The results of a year-long study of 160 farmers with access to cheap irrigation from solar-powered pump-sets in Bihar revealed that despite a poor monsoon, all the farmers grew paddy in their land during the Kharif season (monsoon) in 2013. More importantly, farmers with access to cheaper irrigation from solar pumps could water their crops more frequently managed to save money on irrigation, reaped higher yields of both paddy and wheat, and were able to plant rice in 90% of their land in a drought year. The findings by the International Food Policy Research Institute in its 2014 report not only ended up endorsing the virtues of solar energy but also came as a shot in the arm for Delhi-based start-up Claro Energy, whose solar-powered pump sets were the ones that the farmers had used.
Only 35% farms in the country are suitably irrigated; few have a power connection and dependency on diesel pumps is immense. Though potential for ground water irrigation is very high in Bihar, eastern Uttar Pradesh, Bengal, and the Godavari and Krishna plains, these geographies still have the lowest tubewell density. But now, these very states are proving to be a fertile hunting ground for Claro. Set up in 2010 by Kartik Wahi, Gaurav Kumar, and Soumitra Mishra, Claro initially started off as a renewable energy company but, eventually, found its holy grail in solar energy.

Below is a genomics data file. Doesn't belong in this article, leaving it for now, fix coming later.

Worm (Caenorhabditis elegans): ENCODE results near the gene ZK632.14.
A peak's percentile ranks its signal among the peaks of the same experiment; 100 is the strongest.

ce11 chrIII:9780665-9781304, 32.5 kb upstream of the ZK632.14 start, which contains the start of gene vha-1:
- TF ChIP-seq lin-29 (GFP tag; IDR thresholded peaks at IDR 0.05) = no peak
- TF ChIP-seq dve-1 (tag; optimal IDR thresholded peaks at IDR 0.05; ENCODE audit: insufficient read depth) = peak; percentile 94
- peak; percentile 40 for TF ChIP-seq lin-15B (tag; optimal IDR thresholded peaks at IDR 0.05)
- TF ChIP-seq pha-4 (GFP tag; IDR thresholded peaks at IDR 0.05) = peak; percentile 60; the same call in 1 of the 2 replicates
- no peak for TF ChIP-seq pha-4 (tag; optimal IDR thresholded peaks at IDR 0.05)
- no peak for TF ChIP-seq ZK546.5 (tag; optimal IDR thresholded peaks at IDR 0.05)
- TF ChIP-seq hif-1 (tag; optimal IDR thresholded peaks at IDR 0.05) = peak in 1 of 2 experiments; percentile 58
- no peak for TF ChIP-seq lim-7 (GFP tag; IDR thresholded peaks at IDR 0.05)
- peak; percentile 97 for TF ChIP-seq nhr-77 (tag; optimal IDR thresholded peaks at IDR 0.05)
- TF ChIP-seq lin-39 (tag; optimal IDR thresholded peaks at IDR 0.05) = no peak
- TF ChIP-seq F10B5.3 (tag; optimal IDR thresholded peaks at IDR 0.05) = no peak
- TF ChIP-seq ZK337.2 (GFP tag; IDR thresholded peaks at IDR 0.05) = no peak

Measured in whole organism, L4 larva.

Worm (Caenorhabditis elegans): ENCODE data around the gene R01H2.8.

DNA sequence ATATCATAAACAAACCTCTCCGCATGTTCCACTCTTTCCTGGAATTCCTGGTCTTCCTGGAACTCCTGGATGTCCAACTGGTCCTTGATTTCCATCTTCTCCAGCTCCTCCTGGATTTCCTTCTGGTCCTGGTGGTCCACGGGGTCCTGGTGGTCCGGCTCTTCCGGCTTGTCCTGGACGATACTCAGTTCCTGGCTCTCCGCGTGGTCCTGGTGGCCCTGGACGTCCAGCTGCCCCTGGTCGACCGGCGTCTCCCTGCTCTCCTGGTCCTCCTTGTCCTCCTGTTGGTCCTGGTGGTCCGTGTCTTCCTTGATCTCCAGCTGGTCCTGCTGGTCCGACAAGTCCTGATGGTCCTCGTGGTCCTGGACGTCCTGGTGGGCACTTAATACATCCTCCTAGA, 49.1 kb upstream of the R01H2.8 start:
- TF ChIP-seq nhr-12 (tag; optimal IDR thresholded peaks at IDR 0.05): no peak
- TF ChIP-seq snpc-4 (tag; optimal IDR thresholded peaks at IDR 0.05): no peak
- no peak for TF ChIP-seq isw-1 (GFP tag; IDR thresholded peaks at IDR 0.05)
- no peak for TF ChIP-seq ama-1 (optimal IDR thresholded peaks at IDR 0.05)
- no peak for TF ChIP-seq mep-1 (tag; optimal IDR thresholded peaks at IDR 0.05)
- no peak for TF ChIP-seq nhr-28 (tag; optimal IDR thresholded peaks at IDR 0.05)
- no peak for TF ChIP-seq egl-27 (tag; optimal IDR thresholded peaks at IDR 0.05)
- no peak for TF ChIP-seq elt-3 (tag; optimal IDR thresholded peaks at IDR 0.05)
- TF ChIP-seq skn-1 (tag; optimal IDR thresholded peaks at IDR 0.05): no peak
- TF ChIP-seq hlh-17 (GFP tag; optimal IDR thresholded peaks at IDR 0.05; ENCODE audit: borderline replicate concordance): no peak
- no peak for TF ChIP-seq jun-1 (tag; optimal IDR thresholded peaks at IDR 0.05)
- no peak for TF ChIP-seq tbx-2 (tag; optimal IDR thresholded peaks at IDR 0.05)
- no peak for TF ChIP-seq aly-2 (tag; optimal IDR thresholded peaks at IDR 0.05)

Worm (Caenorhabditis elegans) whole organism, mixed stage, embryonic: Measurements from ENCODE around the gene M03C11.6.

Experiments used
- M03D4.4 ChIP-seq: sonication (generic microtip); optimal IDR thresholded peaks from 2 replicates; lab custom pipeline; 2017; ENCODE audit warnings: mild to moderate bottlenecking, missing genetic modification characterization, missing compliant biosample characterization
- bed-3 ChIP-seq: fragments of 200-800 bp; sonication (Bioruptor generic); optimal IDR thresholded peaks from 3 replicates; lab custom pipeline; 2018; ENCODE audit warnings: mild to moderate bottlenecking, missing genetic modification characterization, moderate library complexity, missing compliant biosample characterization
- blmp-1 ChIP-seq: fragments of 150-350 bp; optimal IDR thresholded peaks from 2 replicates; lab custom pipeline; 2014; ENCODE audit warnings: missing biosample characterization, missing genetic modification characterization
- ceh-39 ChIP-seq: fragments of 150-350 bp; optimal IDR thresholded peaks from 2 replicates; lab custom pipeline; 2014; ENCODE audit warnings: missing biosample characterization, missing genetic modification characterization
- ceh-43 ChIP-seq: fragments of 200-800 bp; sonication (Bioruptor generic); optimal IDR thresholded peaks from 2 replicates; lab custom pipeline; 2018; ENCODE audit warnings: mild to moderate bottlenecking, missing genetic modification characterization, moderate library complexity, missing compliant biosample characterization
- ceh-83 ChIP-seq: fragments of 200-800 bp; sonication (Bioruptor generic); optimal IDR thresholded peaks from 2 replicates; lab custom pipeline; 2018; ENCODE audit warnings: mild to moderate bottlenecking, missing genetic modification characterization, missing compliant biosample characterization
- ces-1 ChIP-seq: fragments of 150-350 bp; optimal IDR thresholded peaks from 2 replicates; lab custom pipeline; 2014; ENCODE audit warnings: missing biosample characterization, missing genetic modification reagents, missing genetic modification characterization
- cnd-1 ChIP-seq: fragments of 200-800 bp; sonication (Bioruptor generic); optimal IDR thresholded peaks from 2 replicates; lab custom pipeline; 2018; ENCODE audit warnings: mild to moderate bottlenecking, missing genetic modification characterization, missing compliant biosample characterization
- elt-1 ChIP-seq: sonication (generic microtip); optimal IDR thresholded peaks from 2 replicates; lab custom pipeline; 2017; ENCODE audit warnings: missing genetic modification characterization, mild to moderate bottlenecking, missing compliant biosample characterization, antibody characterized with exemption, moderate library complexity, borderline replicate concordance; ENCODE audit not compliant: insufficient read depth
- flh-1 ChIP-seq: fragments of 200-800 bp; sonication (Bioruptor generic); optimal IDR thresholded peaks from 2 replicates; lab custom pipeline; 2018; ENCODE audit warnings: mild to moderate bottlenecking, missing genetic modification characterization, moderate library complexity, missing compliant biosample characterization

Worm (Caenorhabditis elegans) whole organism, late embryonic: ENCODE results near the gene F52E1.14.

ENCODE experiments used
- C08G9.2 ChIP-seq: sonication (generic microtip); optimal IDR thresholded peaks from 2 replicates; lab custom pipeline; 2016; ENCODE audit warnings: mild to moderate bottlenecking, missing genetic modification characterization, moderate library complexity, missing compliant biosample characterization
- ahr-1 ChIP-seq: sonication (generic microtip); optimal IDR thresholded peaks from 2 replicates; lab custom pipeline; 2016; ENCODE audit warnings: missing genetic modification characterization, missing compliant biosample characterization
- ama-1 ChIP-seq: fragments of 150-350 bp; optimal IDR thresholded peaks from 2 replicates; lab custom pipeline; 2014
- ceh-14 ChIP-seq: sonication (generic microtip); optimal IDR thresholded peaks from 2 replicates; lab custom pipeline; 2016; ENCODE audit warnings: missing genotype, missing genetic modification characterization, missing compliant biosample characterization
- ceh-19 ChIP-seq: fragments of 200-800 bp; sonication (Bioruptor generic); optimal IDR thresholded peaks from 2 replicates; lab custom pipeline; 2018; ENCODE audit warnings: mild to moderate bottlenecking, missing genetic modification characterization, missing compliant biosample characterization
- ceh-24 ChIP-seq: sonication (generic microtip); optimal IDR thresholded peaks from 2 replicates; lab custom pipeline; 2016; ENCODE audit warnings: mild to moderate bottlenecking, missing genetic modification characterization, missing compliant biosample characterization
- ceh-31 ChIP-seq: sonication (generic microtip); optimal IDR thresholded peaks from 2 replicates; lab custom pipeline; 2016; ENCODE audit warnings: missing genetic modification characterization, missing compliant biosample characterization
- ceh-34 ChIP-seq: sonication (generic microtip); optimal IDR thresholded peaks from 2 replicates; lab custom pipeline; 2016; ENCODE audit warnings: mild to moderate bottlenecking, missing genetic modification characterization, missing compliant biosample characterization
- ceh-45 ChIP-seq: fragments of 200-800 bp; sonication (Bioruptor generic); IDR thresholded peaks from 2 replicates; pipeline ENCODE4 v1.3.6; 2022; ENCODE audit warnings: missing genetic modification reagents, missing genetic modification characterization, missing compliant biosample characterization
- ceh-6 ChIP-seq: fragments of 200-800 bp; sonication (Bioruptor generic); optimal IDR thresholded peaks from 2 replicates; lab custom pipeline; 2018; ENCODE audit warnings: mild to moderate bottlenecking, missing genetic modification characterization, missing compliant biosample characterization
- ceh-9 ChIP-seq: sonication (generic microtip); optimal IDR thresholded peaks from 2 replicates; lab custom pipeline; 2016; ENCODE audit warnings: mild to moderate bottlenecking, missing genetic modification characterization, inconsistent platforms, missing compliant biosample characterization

“Like most undergrads we harboured the ambition of starting an enterprise but never discussed it with each other during engineering,” laughs Wahi who had co-founder Kumar as his batchmate at Bharti Vidyapeeth Engineering College, Pune. Mishra, the third co-founder met Wahi during his MBA at Kellogg School of Management, Illinois and by the end of their term, Wahi and Mishra started toying with the idea of doing something on their own. “Cleantech was big in the US. We landed in California to explore something in waste management. A three-week trip to California expanded to three months and we set up a company there. We tried to work as an advisory firm,” reveals Wahi.
It was in 2010 when the National Solar Mission was launched in India. “I thought we were probably sitting on a goldmine and we decided to go back to India to gauge the ground situation,” says Wahi. In January 2011, Kumar,